Despite the fact that the genesis of the idea came from within the National Academies, the study committee that I served on conducted an independent and unbiased assessment of ARPA-E.
 
I would like to make three main points today.
 
First,
 
ARPA-E plays a unique and vital role in US energy innovation, beyond what industry can do for itself.
 
From my personal experience, I can tell you that innovation in energy happens across a broad spectrum – from novel, unproven hypotheses to concept validation to integration into products that are then bought and used by customers. Innovation only has value if it makes it all the way into use.
 
Required investments grow through this progression from thousands to millions to hundreds of millions of dollars from unproven concepts to productionized manufacturing. “Derisking” of novel concepts is a very important element of this development process to allow for rational business investment in product development and manufacture.
 
A manufacturing company is not equipped to do all the research required for breakthrough and disruptive innovation internally. In fact, they might not even recognize it when it’s first happening. But they can embrace it, scale it up, and bring it to market once it’s validated.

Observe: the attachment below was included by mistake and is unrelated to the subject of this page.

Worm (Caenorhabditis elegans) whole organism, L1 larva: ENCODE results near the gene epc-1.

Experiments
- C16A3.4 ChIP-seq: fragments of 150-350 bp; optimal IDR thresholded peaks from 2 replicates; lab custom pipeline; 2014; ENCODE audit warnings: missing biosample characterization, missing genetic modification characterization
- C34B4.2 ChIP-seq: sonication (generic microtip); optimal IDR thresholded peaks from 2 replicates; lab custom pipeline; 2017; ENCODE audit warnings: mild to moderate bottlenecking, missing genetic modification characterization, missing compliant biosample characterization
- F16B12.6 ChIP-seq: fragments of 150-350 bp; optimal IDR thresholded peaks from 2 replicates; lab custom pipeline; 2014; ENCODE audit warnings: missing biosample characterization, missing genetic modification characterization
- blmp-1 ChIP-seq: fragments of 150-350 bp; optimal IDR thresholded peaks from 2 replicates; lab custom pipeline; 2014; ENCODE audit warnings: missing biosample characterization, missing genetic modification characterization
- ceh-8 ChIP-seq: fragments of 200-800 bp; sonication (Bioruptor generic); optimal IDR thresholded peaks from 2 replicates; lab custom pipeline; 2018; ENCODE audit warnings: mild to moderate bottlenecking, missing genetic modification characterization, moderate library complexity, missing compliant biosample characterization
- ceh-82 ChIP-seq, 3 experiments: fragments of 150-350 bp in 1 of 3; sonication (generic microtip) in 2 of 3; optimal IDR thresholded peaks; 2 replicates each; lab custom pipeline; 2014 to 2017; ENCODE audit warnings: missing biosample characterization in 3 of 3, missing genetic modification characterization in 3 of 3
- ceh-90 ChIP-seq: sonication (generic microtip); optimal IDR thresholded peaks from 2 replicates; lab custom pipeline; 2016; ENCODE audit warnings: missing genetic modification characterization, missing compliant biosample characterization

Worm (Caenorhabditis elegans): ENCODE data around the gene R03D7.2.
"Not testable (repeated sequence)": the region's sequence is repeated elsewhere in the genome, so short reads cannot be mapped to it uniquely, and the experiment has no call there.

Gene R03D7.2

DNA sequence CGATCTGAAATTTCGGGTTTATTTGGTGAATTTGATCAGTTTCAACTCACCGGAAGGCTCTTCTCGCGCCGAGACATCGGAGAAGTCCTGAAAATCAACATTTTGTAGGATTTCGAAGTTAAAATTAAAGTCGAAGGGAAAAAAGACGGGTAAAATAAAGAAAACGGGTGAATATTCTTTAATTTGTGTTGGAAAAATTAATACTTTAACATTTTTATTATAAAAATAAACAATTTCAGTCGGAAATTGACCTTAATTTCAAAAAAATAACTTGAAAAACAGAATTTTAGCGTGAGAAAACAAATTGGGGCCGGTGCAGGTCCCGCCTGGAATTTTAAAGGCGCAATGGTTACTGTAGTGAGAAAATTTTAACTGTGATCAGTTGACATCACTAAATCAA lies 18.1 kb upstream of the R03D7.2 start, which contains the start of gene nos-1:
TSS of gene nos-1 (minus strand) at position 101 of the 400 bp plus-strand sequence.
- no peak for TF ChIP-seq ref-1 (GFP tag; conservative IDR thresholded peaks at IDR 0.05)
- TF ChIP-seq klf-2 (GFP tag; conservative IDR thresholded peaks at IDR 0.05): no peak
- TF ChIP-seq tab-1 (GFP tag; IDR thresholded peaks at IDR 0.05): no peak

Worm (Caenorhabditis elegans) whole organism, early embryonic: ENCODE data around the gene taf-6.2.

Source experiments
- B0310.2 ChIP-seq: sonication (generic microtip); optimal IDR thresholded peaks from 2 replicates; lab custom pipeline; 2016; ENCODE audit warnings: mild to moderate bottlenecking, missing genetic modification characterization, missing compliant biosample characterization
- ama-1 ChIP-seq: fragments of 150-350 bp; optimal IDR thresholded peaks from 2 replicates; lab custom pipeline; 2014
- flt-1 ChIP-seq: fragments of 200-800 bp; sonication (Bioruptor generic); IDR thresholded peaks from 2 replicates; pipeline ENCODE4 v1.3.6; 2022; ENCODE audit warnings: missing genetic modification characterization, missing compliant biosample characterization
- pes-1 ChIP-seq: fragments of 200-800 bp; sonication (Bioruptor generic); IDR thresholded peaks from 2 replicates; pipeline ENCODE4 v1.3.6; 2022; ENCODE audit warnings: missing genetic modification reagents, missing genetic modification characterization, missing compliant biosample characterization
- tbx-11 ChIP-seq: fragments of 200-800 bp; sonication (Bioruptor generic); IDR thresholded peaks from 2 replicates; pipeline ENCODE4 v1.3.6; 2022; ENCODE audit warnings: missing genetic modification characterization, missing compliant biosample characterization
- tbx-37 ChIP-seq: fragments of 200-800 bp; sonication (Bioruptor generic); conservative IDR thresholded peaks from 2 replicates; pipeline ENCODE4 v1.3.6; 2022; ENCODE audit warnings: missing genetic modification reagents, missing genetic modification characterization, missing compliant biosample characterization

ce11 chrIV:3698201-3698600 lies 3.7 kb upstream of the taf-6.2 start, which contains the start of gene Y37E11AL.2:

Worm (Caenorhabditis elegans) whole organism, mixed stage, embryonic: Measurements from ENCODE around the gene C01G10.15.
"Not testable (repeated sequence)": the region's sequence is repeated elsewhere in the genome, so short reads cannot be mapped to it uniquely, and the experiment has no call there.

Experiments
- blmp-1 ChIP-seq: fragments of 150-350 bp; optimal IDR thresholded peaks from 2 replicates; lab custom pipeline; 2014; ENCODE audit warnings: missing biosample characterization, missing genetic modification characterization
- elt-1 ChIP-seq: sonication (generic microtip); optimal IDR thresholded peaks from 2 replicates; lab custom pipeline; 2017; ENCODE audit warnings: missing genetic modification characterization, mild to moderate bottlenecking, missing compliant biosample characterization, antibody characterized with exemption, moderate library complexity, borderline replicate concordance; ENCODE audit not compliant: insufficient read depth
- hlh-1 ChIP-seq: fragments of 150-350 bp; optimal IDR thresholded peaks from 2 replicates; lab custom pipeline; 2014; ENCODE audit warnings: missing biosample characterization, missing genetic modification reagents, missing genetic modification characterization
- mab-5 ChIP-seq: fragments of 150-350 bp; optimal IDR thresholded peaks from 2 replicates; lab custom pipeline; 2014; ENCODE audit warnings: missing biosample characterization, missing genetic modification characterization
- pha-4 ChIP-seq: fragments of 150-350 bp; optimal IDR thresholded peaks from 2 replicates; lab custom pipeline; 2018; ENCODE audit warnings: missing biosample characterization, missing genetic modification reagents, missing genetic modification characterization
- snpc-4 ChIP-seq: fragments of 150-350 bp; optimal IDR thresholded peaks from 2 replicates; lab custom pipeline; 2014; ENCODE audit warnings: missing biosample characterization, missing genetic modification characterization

For example: In 2019, Cummins is celebrating its 100th year in the diesel engine business and also is introducing its first all-electric powertrain. While Cummins was innovating in the diesel engine space, those electric powertrain technologies were being developed and validated independently by innovators with unique skills that Cummins simply did not possess. But they have now been brought into the company for integration into a new product line.
 
My experience in industry was echoed in the findings of our National Academies report, where we found that
 
“One of ARPA-E’s strengths is its focus on funding high-risk, potentially transformative technologies and overlooked, “off-roadmap” opportunities pursued by neither private firms nor other funding agencies, including other programs and offices within DoE.” (NASEM report on ARPA-E, Finding 4-4).
 
and
 
“ARPA-E has funded research that no other funder was supporting at the time. The results of some of these projects have prompted follow-on funding for various technologies, which are now beginning to enter the commercial market.” (NASEM report on ARPA-E, Finding 4-1)
 
ARPA-E has established an organization to facilitate technology development and transfer like this, with culture and talent specifically aimed at identifying promising concepts in critical energy areas and nurturing them to success.